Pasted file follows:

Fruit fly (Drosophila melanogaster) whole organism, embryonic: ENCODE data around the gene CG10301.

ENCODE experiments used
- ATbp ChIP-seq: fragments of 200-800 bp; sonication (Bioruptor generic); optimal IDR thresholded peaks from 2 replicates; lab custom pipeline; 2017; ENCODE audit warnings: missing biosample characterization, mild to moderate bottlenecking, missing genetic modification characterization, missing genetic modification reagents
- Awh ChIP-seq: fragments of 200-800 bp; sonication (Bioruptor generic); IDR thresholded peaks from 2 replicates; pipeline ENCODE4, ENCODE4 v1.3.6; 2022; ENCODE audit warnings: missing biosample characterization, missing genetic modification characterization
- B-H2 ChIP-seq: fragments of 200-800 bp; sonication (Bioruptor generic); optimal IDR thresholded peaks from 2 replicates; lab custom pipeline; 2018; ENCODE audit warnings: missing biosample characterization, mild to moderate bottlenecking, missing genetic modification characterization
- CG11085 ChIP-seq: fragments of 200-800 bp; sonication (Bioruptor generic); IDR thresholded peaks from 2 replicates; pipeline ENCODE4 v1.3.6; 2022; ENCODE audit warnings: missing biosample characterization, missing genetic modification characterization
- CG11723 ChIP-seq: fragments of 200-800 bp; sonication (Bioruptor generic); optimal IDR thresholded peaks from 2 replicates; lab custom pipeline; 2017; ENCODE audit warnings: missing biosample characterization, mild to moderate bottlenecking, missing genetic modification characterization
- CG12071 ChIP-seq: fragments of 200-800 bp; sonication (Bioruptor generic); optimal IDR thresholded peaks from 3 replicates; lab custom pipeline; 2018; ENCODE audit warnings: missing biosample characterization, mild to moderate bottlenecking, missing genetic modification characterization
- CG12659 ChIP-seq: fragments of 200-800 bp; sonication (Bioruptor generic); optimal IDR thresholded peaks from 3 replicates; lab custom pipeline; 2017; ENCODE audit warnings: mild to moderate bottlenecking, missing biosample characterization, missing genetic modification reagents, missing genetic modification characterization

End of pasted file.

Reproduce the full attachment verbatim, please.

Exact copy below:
Fruit fly (Drosophila melanogaster) whole organism, embryonic: ENCODE data around the gene CG10301.

ENCODE experiments used
- ATbp ChIP-seq: fragments of 200-800 bp; sonication (Bioruptor generic); optimal IDR thresholded peaks from 2 replicates; lab custom pipeline; 2017; ENCODE audit warnings: missing biosample characterization, mild to moderate bottlenecking, missing genetic modification characterization, missing genetic modification reagents
- Awh ChIP-seq: fragments of 200-800 bp; sonication (Bioruptor generic); IDR thresholded peaks from 2 replicates; pipeline ENCODE4, ENCODE4 v1.3.6; 2022; ENCODE audit warnings: missing biosample characterization, missing genetic modification characterization
- B-H2 ChIP-seq: fragments of 200-800 bp; sonication (Bioruptor generic); optimal IDR thresholded peaks from 2 replicates; lab custom pipeline; 2018; ENCODE audit warnings: missing biosample characterization, mild to moderate bottlenecking, missing genetic modification characterization
- CG11085 ChIP-seq: fragments of 200-800 bp; sonication (Bioruptor generic); IDR thresholded peaks from 2 replicates; pipeline ENCODE4 v1.3.6; 2022; ENCODE audit warnings: missing biosample characterization, missing genetic modification characterization
- CG11723 ChIP-seq: fragments of 200-800 bp; sonication (Bioruptor generic); optimal IDR thresholded peaks from 2 replicates; lab custom pipeline; 2017; ENCODE audit warnings: missing biosample characterization, mild to moderate bottlenecking, missing genetic modification characterization
- CG12071 ChIP-seq: fragments of 200-800 bp; sonication (Bioruptor generic); optimal IDR thresholded peaks from 3 replicates; lab custom pipeline; 2018; ENCODE audit warnings: missing biosample characterization, mild to moderate bottlenecking, missing genetic modification characterization
- CG12659 ChIP-seq: fragments of 200-800 bp; sonication (Bioruptor generic); optimal IDR thresholded peaks from 3 replicates; lab custom pipeline; 2017; ENCODE audit warnings: mild to moderate bottlenecking, missing biosample characterization, missing genetic modification reagents, missing genetic modification characterization